Something unusual and wonderful is happening with African-American babies.
Black toddlers who are good at telling stories are more likely to have strong reading skills in kindergarten, according to new research from the Frank Porter Graham (FPG) Child Development Institute at the University of North Carolina-Chapel Hill.
Surprisingly, the same link doesn’t exist when it comes to white, Latino, or Asian children.
“Oral storytelling has been an important part of the histories of many peoples, and an especially rich aspect of the black culture across the African diaspora,” Iheoma Iruka, director of research and evaluation at the Buffett Early Childhood Institute at the University of Nebraska and one of the researchers for the study, said in a statement.
African-American children are particularly adept at telling complex narratives of many types, added FPG researcher Nicole Gardner-Neblett, who led the study.
“Having a repertoire of different styles suggests that African-American children are flexible in their narratives, varying the narratives according to context,” she said. “This flexibility may benefit African-American children as they transition from using oral language to the decoding and comprehension of written text.”
Using a sample of more than 6,000 children nationwide, the researchers compared the oral storytelling skills of preschoolers to their emergent literacy a couple of years later in kindergarten.
While the link was obvious only for African-American children, the researchers suggest that the association may also exist for other children. It just might not be apparent until later when more development has occurred.
What does this mean, practically speaking?
It means that parents and caregivers should encourage children — especially black toddlers — to tell stories. The oral narrative skills they pick up in preschool seem to help them begin to read. The more complex stories they tell, the better they are at reading down the line.
“Building on children’s oral narrative skills is a strategy for schools looking to connect with children,” Iruka said in the statement. “Especially as schools support children of color who come from a culture that has cherished these skills.”
While the researchers acknowledge there are still questions about early literacy, the study’s initial findings may offer educators valuable clues about how they can support children, particularly African Americans, as they learn to read.
What We're Following See More »
The indictment, filed in the District of Columbia, alleges that the interference began "in or around 2014," when the defendants began tracking and studying U.S. social media sites. They "created and controlled numerous Twitter accounts" and "purchased computer servers located inside the United States" to mask their identities, some of which were stolen. The interference was coordinated by election interference "specialists," and focused on the Black Lives Matter movement, immigration, and other divisive issues. "By early to mid-2016" the groups began supporting the campaign of "then-candidate Donald Trump," including by communicating with "unwitting individuals associated with the Trump Campaign..."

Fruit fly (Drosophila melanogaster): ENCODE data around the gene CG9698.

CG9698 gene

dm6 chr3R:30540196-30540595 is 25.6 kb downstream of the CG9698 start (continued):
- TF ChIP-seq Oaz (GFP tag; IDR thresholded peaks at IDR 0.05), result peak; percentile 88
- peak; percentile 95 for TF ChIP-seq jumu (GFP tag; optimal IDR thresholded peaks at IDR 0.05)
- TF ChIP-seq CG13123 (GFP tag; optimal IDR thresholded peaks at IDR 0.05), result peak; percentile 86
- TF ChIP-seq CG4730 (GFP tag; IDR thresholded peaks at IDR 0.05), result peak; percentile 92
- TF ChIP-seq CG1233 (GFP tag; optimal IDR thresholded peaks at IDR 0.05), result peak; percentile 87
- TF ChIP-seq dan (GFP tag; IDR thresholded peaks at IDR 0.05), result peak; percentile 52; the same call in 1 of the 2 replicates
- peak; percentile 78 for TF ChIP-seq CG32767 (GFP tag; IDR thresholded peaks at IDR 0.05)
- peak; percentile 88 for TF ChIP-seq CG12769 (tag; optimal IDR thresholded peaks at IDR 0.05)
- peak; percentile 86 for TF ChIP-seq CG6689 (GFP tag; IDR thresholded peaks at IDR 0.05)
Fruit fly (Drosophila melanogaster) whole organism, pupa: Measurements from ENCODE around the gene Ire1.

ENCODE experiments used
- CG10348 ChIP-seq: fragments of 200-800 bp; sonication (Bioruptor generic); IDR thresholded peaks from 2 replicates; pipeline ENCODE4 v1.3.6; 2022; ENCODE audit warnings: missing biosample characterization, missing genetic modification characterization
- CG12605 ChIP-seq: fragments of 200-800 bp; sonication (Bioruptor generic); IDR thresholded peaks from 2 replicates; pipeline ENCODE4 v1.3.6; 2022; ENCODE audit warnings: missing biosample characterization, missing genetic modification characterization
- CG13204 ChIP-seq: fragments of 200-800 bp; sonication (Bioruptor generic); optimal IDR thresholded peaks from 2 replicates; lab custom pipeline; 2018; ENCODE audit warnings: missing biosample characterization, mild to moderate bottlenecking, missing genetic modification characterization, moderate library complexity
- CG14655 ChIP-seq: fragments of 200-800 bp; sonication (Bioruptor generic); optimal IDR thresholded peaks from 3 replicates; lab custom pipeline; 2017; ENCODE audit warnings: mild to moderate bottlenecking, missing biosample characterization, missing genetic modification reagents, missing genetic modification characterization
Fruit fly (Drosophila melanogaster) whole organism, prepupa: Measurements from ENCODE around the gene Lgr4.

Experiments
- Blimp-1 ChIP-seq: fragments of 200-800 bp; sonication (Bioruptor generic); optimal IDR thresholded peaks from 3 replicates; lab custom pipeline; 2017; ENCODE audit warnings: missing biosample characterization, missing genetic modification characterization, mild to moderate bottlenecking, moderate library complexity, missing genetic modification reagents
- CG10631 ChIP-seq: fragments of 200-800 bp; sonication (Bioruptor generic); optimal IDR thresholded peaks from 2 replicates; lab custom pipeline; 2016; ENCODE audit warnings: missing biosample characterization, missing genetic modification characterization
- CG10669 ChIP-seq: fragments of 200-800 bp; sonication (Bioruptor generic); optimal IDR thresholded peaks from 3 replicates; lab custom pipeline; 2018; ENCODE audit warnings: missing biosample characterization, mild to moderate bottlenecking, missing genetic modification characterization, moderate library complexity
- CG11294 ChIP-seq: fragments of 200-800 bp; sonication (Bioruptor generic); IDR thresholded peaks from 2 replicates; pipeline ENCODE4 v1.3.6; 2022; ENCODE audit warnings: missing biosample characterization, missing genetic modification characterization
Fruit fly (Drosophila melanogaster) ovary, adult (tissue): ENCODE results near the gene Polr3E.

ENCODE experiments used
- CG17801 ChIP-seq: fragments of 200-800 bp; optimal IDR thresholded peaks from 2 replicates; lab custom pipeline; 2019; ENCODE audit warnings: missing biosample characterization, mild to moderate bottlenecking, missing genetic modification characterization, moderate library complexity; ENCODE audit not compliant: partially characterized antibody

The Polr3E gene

"Former Trump campaign adviser Rick Gates is finalizing a plea deal with special counsel Robert Mueller's office, indicating he's poised to cooperate in the investigation, according to sources familiar with the case. Gates has already spoken to Mueller's team about his case and has been in plea negotiations for about a month. He's had what criminal lawyers call a 'Queen for a Day' interview, in which a defendant answers any questions from the prosecutors' team, including about his own case and other potential criminal activity he witnessed."
"The Senate on Thursday rejected immigration legislation crafted by centrists in both parties after President Trump threatened to veto the bill if it made it to his desk. In a 54-45 vote, the Senate failed to advance the legislation from eight Republican, seven Democratic and one Independent senators. It needed 60 votes to overcome a procedural hurdle. "
"The House Intelligence Committee has scheduled a Thursday meeting to hear testimony from Steve Bannon—but it's an open question whether President Donald Trump's former chief strategist will even show up. The White House sent a letter to Capitol Hill late Wednesday laying out its explanation for why Trump's transition period falls under its authority to assert executive privilege, a move intended to shield Bannon from answering questions about that time period." Both Republicans and Democrats on the committee dispute the White House's theory, and have floated charging Bannon with contempt should he refuse to appear.